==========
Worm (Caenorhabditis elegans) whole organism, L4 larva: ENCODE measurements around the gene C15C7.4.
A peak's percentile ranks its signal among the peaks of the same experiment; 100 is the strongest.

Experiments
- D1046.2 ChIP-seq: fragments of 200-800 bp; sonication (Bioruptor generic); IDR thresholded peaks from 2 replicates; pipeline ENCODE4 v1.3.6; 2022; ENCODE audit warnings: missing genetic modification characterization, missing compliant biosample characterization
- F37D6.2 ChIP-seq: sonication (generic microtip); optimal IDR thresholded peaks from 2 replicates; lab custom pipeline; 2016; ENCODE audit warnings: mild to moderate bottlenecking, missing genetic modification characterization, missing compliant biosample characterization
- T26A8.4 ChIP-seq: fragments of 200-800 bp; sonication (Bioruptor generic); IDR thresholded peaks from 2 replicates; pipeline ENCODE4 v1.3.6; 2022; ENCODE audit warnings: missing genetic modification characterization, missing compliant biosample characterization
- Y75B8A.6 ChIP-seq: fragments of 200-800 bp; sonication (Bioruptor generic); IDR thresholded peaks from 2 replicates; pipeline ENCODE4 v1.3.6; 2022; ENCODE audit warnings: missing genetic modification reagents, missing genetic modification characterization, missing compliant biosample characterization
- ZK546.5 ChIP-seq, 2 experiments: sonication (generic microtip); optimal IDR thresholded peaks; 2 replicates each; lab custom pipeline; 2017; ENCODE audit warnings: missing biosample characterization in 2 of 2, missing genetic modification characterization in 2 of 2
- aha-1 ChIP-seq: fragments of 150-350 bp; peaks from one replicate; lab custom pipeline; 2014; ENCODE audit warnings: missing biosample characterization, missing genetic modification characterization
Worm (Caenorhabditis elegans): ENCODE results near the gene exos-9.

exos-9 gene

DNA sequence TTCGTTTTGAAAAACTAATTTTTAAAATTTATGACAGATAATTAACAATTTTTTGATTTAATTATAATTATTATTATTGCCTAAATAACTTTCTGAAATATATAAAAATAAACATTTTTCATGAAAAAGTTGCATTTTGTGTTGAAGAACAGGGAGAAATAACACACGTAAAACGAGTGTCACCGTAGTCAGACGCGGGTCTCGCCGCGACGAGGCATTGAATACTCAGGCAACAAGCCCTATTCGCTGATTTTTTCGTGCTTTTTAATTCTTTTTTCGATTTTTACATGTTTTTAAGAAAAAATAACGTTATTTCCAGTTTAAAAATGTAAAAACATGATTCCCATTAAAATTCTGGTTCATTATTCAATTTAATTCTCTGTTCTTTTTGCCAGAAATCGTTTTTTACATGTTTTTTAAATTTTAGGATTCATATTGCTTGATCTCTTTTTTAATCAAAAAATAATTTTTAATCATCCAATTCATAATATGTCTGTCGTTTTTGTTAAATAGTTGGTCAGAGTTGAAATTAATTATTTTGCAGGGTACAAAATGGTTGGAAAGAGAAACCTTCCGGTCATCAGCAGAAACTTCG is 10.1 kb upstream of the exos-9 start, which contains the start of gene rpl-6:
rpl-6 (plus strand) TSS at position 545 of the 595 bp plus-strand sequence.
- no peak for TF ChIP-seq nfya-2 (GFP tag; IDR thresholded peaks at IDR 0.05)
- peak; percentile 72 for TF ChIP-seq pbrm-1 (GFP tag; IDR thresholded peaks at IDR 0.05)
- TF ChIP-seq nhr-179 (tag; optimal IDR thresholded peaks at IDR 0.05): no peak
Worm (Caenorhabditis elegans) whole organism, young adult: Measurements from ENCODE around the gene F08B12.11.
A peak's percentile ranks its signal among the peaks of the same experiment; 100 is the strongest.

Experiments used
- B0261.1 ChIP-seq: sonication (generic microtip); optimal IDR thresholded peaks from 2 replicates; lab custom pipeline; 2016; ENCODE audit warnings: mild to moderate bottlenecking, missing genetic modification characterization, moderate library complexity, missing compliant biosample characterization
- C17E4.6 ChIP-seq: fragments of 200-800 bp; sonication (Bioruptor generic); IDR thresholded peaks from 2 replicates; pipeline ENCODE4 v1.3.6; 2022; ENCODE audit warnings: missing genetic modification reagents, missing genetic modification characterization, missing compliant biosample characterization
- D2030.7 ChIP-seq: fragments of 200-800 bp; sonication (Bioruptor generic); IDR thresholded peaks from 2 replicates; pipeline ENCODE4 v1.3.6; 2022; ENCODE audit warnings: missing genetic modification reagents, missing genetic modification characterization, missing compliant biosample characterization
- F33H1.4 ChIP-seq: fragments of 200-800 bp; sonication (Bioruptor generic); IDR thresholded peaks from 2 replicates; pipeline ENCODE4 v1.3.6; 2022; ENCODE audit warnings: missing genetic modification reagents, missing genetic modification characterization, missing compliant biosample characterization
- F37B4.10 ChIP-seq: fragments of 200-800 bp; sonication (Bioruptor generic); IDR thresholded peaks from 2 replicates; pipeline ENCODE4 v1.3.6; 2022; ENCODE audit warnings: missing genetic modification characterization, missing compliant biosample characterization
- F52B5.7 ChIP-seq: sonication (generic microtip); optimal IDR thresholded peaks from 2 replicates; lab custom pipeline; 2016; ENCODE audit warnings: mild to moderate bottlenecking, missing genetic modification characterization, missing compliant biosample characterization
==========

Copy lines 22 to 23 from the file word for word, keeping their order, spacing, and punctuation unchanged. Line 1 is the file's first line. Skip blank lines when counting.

- D2030.7 ChIP-seq: fragments of 200-800 bp; sonication (Bioruptor generic); IDR thresholded peaks from 2 replicates; pipeline ENCODE4 v1.3.6; 2022; ENCODE audit warnings: missing genetic modification reagents, missing genetic modification characterization, missing compliant biosample characterization
- F33H1.4 ChIP-seq: fragments of 200-800 bp; sonication (Bioruptor generic); IDR thresholded peaks from 2 replicates; pipeline ENCODE4 v1.3.6; 2022; ENCODE audit warnings: missing genetic modification reagents, missing genetic modification characterization, missing compliant biosample characterization